Washington: If you are struggling to get to sleep at night, you may be in danger of diabetes and obesity, scientists say.
Researchers at Brigham and Women’s Hospital in Boston found that people who slept for less than five hours a day had drastic change in their resting metabolic rates that can add 4.5 to 5.5 kg to their weight in a year.
In the long-run, this could lead to obesity and diabetes, the researchers said. "Within three or four years, you could be obese," Orfeu Buxton, a neuroscientist and sleep expert who led the study said.
For their study, Buxton and colleagues placed 21 subjects in isolation for nearly six weeks. For the three weeks before the experiment began, the volunteers were instructed to spend
10 hours in bed to ensure they got an optimal level of sleep.
Then the subjects moved into dimly lit, isolated suites in the laboratory, where the research team removed "time cues" and otherwise disrupted the volunteers' sleep, allowing them only about five hours of per 28-hour period, scattered over various times of the day and the night. They were not allowed any outside access.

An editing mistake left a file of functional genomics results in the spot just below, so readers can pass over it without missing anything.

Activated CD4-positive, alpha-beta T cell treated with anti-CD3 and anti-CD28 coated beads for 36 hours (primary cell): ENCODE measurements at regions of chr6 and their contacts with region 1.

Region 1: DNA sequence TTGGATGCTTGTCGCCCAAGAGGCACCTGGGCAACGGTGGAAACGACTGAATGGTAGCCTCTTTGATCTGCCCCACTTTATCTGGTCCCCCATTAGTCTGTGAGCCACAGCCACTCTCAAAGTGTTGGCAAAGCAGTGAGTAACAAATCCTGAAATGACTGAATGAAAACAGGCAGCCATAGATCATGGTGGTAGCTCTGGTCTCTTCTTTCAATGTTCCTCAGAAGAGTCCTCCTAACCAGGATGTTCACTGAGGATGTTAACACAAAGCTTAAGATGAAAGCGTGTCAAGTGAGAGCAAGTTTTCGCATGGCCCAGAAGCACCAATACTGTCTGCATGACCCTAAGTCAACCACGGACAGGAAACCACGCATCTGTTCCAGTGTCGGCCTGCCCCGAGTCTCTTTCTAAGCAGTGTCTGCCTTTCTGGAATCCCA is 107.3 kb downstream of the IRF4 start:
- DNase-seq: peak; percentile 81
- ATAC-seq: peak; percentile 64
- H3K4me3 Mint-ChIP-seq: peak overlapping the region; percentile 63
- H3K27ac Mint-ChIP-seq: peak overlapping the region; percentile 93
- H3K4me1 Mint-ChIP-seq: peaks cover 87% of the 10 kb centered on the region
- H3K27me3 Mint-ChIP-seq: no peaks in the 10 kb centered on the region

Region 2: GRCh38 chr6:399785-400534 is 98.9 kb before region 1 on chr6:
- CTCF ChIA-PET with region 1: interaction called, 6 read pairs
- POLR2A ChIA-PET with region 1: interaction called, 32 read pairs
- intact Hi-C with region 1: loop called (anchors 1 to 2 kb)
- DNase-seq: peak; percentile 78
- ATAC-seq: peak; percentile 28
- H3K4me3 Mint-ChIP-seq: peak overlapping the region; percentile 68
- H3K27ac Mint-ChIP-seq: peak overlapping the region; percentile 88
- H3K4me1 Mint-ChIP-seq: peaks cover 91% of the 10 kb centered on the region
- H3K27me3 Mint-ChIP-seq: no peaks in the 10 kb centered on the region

During the experiment and after a recovery period, Buxton and his team measured resting metabolic rates and insulin and glucose levels. It was found that on average, their pancreatic insulin secretion dropped about a third from where it should have been, increasing glucose levels after meals as a result.
Three subjects hit "clinically relevant" prediabetic glucose levels, Buxton said. The researchers observed an eight per cent decline in resting metabolic rate among the subjects when their sleep was bad. "That might sound like a small number, but it's enough where you would gain 10 to 12 pounds in a year," Buxton added.
Once allowed to sleep normally again for nine nights, the subjects recovered. The findings have important ramifications for public health, Buxton said, adding the study could explain why night shift workers who struggle to sleep during the day are more prone to being overweight.